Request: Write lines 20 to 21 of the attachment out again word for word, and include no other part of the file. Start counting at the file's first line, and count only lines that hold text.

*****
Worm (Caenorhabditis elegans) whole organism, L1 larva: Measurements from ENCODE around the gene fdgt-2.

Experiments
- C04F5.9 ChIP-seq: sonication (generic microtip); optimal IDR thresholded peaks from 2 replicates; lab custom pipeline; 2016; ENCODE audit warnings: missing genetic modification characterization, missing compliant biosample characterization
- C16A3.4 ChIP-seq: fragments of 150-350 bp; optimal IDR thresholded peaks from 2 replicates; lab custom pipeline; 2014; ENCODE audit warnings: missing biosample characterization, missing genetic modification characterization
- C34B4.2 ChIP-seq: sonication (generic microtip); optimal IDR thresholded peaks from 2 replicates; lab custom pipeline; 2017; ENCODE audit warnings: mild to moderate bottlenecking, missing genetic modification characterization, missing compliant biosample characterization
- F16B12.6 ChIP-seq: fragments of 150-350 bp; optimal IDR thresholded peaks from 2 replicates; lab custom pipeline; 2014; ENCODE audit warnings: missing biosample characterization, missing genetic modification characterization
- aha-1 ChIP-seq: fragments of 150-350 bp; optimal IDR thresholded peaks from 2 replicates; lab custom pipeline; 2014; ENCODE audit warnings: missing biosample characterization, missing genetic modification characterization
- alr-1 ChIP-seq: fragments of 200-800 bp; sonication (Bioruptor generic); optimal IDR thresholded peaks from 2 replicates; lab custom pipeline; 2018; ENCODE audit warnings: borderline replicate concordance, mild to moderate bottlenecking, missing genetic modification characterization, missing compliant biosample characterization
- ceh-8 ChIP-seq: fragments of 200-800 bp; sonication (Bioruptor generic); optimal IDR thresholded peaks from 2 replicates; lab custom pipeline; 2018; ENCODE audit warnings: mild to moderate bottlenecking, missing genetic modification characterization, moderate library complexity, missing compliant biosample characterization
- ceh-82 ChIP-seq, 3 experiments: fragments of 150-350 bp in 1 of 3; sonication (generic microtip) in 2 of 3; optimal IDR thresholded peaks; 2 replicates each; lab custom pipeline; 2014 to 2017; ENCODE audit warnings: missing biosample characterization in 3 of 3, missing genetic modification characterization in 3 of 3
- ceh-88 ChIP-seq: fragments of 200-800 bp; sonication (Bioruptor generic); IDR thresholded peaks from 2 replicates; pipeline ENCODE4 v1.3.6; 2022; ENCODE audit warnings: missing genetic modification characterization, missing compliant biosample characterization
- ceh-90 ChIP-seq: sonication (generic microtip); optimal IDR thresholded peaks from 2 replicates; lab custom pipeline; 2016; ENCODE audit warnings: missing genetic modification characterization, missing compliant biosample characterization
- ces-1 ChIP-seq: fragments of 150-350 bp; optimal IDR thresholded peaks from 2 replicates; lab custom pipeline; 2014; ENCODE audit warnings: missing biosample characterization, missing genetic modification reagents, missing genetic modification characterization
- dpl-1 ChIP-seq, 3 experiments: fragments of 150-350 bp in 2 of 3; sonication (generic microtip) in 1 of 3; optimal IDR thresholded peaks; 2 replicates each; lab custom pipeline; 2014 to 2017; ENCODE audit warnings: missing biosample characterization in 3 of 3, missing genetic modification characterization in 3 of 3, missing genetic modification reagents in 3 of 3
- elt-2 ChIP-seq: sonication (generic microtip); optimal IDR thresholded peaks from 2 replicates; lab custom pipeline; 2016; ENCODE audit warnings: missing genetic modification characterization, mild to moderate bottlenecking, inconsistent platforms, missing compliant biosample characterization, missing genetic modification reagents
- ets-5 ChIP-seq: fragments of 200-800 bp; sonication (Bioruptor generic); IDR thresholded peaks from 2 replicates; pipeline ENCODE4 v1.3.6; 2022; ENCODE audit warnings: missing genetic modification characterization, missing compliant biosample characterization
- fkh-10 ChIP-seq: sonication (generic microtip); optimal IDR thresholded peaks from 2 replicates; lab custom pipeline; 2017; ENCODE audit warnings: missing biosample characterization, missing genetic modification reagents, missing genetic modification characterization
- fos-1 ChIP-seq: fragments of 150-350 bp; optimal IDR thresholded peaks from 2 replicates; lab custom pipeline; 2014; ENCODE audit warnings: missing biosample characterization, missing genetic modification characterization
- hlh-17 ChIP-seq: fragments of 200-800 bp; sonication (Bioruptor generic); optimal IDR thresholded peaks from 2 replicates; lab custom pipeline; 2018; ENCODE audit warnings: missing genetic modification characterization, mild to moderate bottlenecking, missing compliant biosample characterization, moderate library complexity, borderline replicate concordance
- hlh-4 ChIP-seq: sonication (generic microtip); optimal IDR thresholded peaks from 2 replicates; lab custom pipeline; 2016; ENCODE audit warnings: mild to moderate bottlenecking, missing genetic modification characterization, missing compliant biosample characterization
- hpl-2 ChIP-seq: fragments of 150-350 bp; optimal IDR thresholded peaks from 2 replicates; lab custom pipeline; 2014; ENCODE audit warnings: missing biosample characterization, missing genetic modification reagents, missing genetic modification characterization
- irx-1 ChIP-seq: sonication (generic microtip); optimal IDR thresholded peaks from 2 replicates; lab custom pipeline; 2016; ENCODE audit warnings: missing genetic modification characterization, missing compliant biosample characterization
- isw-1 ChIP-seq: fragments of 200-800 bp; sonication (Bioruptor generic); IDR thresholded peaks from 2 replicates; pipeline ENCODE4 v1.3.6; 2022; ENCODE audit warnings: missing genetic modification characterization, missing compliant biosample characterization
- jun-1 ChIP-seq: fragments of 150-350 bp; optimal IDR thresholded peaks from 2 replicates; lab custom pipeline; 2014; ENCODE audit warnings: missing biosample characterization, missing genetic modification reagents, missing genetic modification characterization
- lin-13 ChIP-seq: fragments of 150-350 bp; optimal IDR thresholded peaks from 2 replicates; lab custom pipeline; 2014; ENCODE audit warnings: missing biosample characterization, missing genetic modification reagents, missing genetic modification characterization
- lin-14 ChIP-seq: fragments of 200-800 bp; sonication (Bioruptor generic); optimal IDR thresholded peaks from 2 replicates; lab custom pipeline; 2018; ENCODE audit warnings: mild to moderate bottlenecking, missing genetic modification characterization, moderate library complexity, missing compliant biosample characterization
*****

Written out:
- hlh-4 ChIP-seq: sonication (generic microtip); optimal IDR thresholded peaks from 2 replicates; lab custom pipeline; 2016; ENCODE audit warnings: mild to moderate bottlenecking, missing genetic modification characterization, missing compliant biosample characterization
- hpl-2 ChIP-seq: fragments of 150-350 bp; optimal IDR thresholded peaks from 2 replicates; lab custom pipeline; 2014; ENCODE audit warnings: missing biosample characterization, missing genetic modification reagents, missing genetic modification characterization